Dog walks are delightful. For a short while every day, it’s just you, your dog and the fresh air of the great outdoors. You’re both getting exercise. You both get to take in the sights and sounds of the neighborhood. There’s almost nothing better.
But as the temperatures drop and darkness falls earlier, those walks begin to feel more like a chore. And, while you can layer your clothes and socks to stay warm and dry, your dog is at the mercy of mother nature.
Fortunately, there are things you can do to keep your pup protected from the elements in wintertime and make walks more pleasant. Below, find out why freezing weather can be dangerous to your dog and how to keep him warm outside.
Why Extreme Cold Is Dangerous
The list of cold weather-related health problems for dogs are similar to a person’s. When the temperature is below freezing, there is a potential for increased risk of hypothermia and frostbite, as well as a risk of falling due to snow and ice, says Dr. Robert Gonzalez, medical director at West Chester Veterinary Medical Center.
The symptoms of hypothermia include shaking, decreased appetite and activity, and in severe cases, lack of responsiveness, severe lethargy, and possible vomiting, Gonzalez says.
Frostbite, which usually happens in the extremities, can include discoloration, curling back of the ears, and lameness or trouble walking.
While the risk of respiratory infection in dogs due to weather is fairly low, Gonalez says, it can increase if you combine extreme cold with a trip to the dog park or pet store, where infectious diseases are more present and easily transmitted. “There, you may have a situation where your dog is more likely to get something like kennel cough or influenza,” Gonzalez says.
How Cold Is Too Cold?
Your dog might start getting uncomfortable between 40 and 50 degrees Fahrenheit, but below 20 degrees is when you can come across potentially serious problems, Gonzalez says. That said, you know your dog best and should be able to decide what is “too cold” for him based on a number of factors.
Dr. Giuseppina Bazan, an associate veterinarian at Village Vets of Long Island in New York, says a particular breed’s body and coat type generally say a lot about their ability to tolerate cold weather.
“Usually, smaller breeds, such as a Maltese or Yorkie, tend to have thin fur and are more sensitive to cold. Greyhounds also have very little body fat and thin fur and, as such, are very susceptible to cold temperatures,” she says.
On the other hand, northern breeds like the Siberian Husky, Alaskan Malamute, Saint Bernard and Bernese Mountain Dog, among others, have a thick coat of fur, making them better equipped for spending time outside in the winter.
Gonzalez adds that dogs of a certain age may also be less likely to tolerate the cold. This may be because of age-related muscle loss, decreased metabolism due to age, and/or arthritis, which can be exacerbated by the cold, he says.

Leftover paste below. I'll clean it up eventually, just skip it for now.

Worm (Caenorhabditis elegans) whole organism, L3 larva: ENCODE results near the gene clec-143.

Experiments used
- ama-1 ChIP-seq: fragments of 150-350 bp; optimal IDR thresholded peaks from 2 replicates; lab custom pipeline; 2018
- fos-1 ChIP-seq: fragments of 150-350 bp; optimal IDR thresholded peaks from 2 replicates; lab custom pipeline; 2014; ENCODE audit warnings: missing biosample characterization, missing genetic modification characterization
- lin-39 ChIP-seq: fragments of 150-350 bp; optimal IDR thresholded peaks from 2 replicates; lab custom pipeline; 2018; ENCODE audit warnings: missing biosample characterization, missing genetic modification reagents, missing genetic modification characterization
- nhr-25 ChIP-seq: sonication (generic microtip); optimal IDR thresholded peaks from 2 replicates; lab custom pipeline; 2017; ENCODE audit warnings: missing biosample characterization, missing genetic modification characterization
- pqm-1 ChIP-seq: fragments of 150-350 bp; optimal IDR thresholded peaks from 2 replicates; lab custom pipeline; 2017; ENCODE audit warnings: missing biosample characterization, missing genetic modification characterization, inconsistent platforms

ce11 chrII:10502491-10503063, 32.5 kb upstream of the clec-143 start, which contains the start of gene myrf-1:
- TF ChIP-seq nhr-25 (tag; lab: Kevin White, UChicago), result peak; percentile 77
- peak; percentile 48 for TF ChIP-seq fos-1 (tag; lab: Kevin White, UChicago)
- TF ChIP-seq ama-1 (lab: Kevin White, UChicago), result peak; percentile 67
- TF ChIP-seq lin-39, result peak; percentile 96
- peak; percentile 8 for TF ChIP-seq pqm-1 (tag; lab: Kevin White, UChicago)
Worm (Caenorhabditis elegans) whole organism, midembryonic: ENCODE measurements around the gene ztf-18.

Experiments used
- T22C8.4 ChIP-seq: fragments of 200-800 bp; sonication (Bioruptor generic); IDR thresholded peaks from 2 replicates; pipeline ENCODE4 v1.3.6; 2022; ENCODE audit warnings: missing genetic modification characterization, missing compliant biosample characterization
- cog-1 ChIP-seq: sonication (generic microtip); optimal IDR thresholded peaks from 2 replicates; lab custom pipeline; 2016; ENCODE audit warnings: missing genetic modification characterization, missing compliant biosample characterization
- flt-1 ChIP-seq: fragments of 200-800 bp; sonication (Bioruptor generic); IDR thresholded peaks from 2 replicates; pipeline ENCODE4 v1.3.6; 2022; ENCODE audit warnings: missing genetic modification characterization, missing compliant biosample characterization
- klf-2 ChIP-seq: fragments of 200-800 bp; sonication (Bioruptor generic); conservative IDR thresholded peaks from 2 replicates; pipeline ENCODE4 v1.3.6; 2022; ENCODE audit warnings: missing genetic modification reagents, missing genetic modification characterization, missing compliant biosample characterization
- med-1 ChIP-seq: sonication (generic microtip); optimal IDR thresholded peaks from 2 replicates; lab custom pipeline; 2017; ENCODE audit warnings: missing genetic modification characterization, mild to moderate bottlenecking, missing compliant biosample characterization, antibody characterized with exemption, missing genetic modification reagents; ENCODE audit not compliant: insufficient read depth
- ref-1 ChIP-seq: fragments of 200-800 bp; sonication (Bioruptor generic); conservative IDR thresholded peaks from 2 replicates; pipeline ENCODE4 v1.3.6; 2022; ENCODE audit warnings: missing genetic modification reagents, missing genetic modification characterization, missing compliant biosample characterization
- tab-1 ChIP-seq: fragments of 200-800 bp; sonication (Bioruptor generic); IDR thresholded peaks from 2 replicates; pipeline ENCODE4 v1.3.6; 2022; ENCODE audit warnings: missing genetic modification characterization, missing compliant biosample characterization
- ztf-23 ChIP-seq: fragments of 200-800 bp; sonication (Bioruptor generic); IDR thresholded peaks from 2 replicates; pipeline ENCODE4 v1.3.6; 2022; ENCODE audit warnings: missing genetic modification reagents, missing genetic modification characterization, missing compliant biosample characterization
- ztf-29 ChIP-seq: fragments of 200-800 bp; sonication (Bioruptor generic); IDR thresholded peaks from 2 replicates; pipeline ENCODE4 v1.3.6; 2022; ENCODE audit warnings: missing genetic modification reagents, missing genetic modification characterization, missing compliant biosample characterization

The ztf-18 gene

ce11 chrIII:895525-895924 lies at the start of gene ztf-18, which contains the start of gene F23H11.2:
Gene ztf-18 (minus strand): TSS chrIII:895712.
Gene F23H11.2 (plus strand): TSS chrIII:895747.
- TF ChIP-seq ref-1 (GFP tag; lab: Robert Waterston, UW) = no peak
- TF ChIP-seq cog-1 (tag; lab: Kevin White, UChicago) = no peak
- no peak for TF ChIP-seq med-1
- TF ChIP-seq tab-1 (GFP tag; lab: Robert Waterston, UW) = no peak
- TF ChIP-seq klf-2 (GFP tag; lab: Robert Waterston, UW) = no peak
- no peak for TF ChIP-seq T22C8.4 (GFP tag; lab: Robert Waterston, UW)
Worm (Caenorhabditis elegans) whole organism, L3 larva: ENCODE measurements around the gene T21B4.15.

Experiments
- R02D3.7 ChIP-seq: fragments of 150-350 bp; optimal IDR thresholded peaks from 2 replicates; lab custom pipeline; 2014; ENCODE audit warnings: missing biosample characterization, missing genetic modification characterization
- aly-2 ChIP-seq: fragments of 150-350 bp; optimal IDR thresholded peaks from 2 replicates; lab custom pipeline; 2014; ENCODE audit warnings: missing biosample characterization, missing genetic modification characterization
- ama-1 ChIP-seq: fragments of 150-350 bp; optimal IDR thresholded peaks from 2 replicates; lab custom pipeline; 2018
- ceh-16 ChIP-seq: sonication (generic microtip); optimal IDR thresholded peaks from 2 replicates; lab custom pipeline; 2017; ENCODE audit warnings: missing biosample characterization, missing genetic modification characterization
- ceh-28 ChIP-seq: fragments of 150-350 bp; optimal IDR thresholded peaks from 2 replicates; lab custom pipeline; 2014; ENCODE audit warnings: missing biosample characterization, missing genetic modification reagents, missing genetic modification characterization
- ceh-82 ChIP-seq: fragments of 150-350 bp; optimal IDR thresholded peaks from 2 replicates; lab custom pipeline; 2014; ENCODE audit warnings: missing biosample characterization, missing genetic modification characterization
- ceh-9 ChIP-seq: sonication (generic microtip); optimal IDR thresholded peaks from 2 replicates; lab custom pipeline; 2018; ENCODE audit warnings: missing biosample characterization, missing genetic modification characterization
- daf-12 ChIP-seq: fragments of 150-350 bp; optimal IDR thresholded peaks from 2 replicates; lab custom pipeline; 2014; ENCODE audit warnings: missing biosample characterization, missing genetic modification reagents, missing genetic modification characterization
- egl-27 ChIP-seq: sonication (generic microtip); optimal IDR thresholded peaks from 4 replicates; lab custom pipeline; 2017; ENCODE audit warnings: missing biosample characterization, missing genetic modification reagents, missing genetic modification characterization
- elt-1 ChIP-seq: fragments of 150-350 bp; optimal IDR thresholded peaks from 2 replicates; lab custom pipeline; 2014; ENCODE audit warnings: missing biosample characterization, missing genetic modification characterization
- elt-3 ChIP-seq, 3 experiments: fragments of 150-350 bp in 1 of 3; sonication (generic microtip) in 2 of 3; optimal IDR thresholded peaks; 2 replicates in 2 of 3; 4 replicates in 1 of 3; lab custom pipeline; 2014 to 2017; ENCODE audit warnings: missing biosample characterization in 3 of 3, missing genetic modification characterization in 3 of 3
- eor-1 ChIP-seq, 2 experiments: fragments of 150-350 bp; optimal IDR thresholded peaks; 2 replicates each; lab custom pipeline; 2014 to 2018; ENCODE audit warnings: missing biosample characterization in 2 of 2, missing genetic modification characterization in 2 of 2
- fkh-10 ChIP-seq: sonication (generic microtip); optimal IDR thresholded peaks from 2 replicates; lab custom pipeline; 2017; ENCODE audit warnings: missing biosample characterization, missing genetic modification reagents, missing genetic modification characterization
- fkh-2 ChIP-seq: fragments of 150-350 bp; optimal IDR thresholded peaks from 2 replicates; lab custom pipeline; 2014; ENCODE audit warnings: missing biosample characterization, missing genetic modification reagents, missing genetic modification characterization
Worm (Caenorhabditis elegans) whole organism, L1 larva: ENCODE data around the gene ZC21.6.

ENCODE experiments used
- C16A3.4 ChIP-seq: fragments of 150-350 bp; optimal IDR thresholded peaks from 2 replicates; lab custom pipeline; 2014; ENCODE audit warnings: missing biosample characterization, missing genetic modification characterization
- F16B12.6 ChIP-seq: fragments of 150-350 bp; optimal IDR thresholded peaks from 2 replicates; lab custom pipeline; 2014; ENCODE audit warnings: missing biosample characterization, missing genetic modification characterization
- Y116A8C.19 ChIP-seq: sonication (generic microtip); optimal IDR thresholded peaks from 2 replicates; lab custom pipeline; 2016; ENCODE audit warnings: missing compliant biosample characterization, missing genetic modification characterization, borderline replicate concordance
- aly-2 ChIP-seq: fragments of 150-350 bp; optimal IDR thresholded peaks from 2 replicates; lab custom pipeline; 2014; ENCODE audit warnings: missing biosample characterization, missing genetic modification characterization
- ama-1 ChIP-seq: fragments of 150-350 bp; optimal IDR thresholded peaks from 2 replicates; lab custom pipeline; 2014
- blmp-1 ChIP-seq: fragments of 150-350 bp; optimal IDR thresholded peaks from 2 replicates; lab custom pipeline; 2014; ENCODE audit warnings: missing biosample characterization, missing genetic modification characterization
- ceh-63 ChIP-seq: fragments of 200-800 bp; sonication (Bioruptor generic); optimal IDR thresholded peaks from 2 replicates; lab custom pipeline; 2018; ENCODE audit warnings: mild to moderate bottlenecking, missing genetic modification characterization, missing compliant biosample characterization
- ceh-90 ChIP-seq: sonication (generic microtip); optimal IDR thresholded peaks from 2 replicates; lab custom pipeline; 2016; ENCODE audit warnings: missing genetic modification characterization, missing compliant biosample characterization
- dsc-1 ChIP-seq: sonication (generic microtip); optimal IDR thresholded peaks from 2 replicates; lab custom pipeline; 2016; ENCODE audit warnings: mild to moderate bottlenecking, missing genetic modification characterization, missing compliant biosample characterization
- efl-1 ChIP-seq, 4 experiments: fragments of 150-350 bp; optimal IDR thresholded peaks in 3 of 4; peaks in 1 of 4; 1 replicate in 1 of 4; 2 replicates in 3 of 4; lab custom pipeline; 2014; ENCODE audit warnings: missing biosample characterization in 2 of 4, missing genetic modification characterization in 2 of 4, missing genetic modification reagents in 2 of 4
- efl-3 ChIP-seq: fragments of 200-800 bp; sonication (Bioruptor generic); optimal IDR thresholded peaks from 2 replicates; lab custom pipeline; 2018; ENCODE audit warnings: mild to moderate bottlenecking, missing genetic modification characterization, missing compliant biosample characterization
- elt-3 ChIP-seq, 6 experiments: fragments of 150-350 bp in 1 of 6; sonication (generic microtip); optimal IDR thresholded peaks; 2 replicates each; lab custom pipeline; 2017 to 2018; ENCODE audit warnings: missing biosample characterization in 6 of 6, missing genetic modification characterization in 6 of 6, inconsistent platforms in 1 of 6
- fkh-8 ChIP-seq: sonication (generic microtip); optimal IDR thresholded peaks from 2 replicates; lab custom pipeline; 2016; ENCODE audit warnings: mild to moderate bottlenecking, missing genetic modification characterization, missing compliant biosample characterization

Previous exposure to cold weather can also impact your dog’s tolerance to it. For instance, Gonzalez says that a dog who grew up in Maine is more likely to tolerate colder temperatures than one who spent a large portion of his life in Florida.
Keeping Your Dog Warm Outside: Dress Him Up
The best thing you can do to keep your dog warm outside is to put a coat and dog boots on him.
“Coats are very useful, and dogs are very receptive to wearing them,” Bazan says. “Boots can be a little tricky, as some dogs try to kick them off, but some do accept them over time.”
Gonzalez says the best dog coats are waterproof on the outside and have down on the inside. They should always cover the stomach area, as one of the most important things for your dog is keeping his core temperature up, and he recommends buying one without a hood.
Boots are especially helpful and may be worth your effort, despite your dog’s protests.
Salt rock on sidewalks can seriously damage to the skin around your dog’s paws and cause inflammation, Bazan says. If you choose not to put booties on your dog, you should wipe his paws off with either a washcloth and warm water or a baby wipe immediately after coming inside.
Consider buying salt that’s safe for pets for your own home, Gonzalez says. It’s readily available, clearly marked, and will help not only your dog but also other dogs in your neighborhood.
Keep Walks Short
Whether or not your dog will wear a coat or boots, winter walks in extreme cold should be kept as short as possible.
“Usually when it gets below freezing, most dogs will quickly urinate or defecate and come back in right away,” Gonzalez says.
Keeping your walks to a normal length when temperatures are in the 40s and 50s is fine, but Gonzalez recommends shortening them once the temperature dips below 32 degrees Fahrenheit. How much you shorten it is up to you. As a general rule of thumb, most dogs should be able to tolerate the same amount of cold you can, especially if he’s wearing a coat and/or boots.
You can also consider indoor activities over taking long walks in the winter. Food puzzles, hide and seek and other indoor games will keep your dog mentally and physically stimulated without making you or him uncomfortable in the snow, wind, and ice.
Monitor Him Afterward
After a walk in the cold, it’s normal for your dog’s body temperature, including his extremities, to be colder than normal. In almost all cases, the dog’s temperature should return to normal after a few minutes.
If it doesn’t, or if you note any of the physical or behavioral symptoms of hypothermia or frostbite, you should dry your dog off and warm him up with a blanket before seeking veterinary attention as quickly as possible. Gonzalez says it’s generally not a great idea to take your dog’s temperature because it could cause some unnecessary panic.
John Gilpatrick is a freelance writer who thinks bunnies make the best pets.